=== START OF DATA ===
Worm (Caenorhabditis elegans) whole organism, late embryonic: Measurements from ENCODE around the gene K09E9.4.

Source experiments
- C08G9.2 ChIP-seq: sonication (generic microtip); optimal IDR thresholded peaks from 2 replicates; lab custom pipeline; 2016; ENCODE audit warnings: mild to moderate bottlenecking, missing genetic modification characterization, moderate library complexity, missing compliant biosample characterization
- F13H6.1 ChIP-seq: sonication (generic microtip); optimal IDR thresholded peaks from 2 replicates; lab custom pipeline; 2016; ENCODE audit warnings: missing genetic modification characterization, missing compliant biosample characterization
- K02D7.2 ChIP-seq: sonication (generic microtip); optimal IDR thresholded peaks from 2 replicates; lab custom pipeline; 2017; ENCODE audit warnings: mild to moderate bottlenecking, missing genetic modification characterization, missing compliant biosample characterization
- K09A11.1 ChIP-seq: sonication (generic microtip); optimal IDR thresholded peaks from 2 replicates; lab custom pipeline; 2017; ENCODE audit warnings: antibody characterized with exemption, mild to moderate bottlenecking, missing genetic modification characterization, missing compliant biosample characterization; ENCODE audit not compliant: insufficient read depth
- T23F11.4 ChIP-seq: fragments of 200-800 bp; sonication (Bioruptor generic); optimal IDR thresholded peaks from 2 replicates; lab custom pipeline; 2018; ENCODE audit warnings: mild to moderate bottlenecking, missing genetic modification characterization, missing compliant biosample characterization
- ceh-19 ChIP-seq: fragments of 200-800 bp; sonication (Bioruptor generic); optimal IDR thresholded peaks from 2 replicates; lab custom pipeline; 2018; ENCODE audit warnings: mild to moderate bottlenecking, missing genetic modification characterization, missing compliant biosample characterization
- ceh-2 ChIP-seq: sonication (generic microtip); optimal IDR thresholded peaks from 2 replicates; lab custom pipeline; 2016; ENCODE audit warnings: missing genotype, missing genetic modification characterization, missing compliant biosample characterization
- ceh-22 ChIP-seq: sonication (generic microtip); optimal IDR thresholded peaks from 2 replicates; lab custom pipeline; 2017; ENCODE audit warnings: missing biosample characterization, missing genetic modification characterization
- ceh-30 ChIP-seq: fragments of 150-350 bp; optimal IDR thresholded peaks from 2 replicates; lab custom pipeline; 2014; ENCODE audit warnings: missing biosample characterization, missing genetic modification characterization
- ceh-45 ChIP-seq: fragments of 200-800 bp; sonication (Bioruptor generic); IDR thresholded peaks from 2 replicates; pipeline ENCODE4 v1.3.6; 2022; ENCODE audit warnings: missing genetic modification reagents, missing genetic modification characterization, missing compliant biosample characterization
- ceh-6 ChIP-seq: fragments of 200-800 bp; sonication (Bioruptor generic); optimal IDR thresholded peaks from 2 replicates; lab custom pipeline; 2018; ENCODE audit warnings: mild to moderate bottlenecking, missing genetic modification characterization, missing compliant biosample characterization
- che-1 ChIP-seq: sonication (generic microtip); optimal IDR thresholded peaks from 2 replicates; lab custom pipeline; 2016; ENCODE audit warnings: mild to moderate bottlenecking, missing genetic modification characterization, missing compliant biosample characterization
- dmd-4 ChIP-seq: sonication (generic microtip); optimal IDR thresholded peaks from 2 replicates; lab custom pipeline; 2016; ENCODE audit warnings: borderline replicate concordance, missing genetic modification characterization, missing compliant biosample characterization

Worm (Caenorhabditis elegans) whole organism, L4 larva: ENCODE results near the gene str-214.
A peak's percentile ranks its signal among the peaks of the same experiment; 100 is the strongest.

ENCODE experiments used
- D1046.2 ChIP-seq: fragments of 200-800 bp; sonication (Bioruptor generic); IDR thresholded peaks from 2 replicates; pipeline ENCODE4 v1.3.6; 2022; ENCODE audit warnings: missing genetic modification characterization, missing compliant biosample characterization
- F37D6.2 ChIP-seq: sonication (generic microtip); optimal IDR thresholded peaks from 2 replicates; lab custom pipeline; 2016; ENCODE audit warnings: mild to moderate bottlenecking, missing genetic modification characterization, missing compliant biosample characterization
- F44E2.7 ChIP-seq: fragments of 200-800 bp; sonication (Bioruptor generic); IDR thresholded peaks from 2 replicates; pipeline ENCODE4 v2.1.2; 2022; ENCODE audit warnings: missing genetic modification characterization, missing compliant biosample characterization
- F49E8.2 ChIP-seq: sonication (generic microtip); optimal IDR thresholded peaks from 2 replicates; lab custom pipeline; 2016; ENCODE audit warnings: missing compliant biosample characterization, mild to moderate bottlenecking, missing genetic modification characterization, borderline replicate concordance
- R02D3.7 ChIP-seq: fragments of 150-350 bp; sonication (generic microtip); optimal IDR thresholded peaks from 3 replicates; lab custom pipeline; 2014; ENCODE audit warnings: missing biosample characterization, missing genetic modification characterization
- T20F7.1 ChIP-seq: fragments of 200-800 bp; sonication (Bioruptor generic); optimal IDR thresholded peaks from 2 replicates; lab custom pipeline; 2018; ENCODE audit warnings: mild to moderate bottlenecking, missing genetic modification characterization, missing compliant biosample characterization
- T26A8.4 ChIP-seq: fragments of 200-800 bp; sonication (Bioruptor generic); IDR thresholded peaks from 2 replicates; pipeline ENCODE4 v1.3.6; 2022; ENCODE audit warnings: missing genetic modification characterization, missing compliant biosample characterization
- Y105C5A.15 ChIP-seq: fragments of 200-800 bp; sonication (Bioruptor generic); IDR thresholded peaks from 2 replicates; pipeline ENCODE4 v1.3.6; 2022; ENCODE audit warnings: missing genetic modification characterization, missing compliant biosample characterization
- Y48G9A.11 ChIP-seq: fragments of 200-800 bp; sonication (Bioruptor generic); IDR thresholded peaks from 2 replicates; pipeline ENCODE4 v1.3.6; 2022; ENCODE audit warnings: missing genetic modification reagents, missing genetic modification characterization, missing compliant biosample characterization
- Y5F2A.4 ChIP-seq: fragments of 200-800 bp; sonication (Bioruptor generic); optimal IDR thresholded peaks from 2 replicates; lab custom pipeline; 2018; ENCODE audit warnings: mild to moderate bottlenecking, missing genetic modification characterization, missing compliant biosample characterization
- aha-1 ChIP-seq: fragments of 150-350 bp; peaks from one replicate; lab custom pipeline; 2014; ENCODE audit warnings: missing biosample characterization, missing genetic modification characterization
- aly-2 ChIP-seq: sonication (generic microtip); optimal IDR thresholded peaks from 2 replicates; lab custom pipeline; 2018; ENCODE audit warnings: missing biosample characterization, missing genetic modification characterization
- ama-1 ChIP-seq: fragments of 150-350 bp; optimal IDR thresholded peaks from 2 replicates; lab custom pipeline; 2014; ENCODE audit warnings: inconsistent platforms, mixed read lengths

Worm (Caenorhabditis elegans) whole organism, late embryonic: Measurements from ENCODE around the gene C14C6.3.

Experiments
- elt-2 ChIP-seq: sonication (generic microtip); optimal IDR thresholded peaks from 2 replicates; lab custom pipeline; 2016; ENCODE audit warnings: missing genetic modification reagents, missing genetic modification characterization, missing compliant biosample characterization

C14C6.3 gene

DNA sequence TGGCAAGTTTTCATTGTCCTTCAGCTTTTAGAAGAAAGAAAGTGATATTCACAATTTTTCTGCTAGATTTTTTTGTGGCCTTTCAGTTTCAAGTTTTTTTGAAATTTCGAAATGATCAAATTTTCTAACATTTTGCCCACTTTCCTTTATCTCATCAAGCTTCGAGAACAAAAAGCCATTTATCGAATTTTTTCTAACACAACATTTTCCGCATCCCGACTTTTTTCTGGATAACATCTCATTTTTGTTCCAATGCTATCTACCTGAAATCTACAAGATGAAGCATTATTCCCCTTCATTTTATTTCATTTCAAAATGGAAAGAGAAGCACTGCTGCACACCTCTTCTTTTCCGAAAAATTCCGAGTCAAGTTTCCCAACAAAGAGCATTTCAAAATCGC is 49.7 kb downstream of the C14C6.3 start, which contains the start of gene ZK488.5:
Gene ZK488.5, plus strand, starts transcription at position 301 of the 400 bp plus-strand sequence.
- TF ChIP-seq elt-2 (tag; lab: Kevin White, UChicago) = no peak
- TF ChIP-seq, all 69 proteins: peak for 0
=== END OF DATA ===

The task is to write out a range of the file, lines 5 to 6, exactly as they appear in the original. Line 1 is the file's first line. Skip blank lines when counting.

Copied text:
- K02D7.2 ChIP-seq: sonication (generic microtip); optimal IDR thresholded peaks from 2 replicates; lab custom pipeline; 2017; ENCODE audit warnings: mild to moderate bottlenecking, missing genetic modification characterization, missing compliant biosample characterization
- K09A11.1 ChIP-seq: sonication (generic microtip); optimal IDR thresholded peaks from 2 replicates; lab custom pipeline; 2017; ENCODE audit warnings: antibody characterized with exemption, mild to moderate bottlenecking, missing genetic modification characterization, missing compliant biosample characterization; ENCODE audit not compliant: insufficient read depth